NEW YORK (Reuters) - The youth-led U.S. gun control movement that flexed its public muscle with huge weekend rallies has already nudged Congress to enact minor firearms changes, but must remain active if it hopes to win more meaningful regulations, lawmakers said on Sunday.
The movement that erupted after the Feb. 14 mass shooting at Marjory Stoneman Douglas High School in Parkland, Florida, has generated a national conversation about gun rights and has chipped away at legislative gridlock on the issue, they said.
“The activism of these young people is actually changing the equation,” Senator Tim Kaine, a Virginia Democrat, said a day after hundreds of thousands of protesters rallied in Washington.
Tucked into a $1.3 trillion spending bill Congress passed last week were modest improvements to background checks for gun sales and an end to a ban on the U.S. Centers for Disease Control and Prevention studying the causes of gun violence.
“These are two things we could not have done in the past,” Kaine said on CNN’s “State of the Union” program. “But the active engagement by young people convinced Congress we better do something.”
The spending bill, which President Donald Trump signed on Friday, also includes grants to help schools prevent gun violence.
The Trump administration also took a step on Friday to ban the sale of bump stocks - devices that enable semi-automatic weapons to fire like machine guns - that helped gunman Stephen Paddock massacre 58 people in Las Vegas in October.
A key focus of Saturday’s march on Washington, which was duplicated in 800 cities across the country and around the world, was an effort to turn emotion into political activism by registering participants to vote.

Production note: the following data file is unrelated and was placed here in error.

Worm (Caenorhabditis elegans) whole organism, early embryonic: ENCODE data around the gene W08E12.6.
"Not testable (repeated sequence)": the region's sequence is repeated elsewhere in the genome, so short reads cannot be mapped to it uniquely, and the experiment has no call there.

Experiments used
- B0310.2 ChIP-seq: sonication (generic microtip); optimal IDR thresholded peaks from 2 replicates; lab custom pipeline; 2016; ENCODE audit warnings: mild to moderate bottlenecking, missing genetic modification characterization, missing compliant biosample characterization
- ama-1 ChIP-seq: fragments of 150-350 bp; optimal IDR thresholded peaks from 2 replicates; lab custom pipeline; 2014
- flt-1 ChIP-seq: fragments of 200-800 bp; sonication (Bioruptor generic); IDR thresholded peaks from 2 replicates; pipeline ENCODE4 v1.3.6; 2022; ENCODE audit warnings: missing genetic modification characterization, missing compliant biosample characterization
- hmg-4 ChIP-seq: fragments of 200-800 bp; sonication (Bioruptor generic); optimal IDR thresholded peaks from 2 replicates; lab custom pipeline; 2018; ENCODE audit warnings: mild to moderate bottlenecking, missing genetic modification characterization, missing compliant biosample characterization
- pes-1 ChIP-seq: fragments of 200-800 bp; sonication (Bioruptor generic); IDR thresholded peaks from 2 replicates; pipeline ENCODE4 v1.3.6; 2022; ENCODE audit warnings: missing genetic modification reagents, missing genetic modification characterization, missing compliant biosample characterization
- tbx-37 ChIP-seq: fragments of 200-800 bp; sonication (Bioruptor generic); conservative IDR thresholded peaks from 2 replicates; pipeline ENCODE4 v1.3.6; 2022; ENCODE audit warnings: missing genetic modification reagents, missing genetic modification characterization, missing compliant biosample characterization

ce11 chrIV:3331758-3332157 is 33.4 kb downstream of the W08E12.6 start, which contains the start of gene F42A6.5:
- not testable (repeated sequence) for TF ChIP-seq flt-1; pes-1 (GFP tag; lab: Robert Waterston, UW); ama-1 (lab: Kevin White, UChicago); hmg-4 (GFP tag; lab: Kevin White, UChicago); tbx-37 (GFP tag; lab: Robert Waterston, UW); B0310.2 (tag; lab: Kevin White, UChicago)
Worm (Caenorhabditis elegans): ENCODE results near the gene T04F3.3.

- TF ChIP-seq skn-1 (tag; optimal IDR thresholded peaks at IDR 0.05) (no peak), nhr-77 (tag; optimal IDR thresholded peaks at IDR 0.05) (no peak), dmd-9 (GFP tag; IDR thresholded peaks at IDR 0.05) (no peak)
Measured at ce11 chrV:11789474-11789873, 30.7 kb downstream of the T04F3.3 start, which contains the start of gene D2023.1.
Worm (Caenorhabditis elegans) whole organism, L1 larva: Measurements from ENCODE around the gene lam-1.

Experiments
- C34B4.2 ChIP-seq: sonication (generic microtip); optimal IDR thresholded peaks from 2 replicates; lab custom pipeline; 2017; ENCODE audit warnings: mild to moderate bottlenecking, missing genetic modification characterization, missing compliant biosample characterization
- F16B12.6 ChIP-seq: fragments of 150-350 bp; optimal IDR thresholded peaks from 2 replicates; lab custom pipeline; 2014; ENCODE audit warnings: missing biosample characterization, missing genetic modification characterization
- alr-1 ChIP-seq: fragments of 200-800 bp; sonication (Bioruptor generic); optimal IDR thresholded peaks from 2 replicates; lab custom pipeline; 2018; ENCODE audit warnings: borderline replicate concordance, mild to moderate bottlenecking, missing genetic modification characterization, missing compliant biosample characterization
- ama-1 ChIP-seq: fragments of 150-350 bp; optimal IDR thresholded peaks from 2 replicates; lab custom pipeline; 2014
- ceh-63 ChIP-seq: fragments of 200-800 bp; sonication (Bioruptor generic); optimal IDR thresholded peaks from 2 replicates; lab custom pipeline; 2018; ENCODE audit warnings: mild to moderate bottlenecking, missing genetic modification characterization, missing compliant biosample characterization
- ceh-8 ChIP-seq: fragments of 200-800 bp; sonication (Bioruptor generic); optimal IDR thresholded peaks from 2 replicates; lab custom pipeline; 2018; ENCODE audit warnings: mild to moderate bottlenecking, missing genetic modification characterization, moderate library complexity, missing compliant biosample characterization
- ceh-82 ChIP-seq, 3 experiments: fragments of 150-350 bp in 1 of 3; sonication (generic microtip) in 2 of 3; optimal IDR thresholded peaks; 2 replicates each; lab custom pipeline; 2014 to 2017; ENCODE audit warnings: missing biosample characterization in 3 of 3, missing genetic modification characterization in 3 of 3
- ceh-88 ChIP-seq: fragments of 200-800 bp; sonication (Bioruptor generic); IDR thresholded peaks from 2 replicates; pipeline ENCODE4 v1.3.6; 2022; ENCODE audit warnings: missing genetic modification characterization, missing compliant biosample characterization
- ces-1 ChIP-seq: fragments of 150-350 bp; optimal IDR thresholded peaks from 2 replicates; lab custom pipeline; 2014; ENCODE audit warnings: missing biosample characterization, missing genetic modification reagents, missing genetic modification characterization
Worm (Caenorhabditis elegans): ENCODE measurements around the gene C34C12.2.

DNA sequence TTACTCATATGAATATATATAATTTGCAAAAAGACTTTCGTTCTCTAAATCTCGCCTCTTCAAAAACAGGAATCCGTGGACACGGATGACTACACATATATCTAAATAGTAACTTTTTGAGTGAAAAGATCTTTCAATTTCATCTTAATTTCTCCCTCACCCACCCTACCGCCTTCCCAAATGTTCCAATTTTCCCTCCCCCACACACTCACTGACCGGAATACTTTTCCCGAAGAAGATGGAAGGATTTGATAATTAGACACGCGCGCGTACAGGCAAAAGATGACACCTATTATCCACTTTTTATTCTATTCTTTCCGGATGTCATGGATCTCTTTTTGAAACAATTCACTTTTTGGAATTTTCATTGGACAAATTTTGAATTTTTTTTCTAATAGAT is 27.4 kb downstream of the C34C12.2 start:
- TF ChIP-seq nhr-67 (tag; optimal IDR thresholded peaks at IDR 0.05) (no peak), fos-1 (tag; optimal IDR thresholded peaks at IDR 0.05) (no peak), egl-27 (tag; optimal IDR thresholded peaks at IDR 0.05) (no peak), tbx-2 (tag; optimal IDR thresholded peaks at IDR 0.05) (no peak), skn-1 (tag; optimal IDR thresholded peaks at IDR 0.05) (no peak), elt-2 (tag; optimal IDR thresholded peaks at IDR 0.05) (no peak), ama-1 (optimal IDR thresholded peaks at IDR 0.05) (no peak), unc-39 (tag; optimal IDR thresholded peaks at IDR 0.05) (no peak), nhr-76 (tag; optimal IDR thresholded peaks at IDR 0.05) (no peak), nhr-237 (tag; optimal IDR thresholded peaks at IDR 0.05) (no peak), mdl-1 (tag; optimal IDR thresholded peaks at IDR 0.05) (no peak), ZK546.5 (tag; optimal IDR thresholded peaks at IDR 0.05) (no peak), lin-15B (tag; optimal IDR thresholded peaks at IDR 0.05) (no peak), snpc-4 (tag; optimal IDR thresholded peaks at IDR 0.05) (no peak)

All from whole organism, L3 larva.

Americans will vote in November on the entire U.S. House of Representatives and one-third of the Senate.
Gun control advocates have called for universal background checks on people buying guns, bans on assault-style rifles such as the one used to kill 17 students and staff in Parkland, and large-capacity ammunition magazines.
Senator Mark Warner, another Virginia Democrat, declared in the wake of the student-led movement that he would now support bans on such rifles and magazines, which he had voted against in recent years.
“I think it’s time to change our positions and re-examine them,” Warner said on the CBS News “Face the Nation” program.
“I think this time it’s going different,” Warner said. “I think we can actually get it done.”
To win significant changes, lawmakers said the young gun control advocates need to maintain their drive in the face of powerful pro-gun lobbying by the National Rifle Association and those who see gun ownership as a right protected by the U.S. Constitution.
“If they don’t keep it up, those that want no change will just sit on their hands,” Ohio Governor John Kasich, a Republican who formerly served in Congress, said on CNN.
Two Republican senators, Marco Rubio of Florida and Joni Ernst of Iowa, said over the weekend that while they supported gun control advocates’ right to protest, they opposed infringing on the constitutional right to bear arms.
Meanwhile, former Pennsylvania Republican Senator Rick Santorum drew an angry response on social media for saying on CNN that, instead of agitating for change, students should “do something about maybe taking CPR classes” or take other training to respond to school shooters.
Reporting by Peter Szekely; Editing by Paul Simao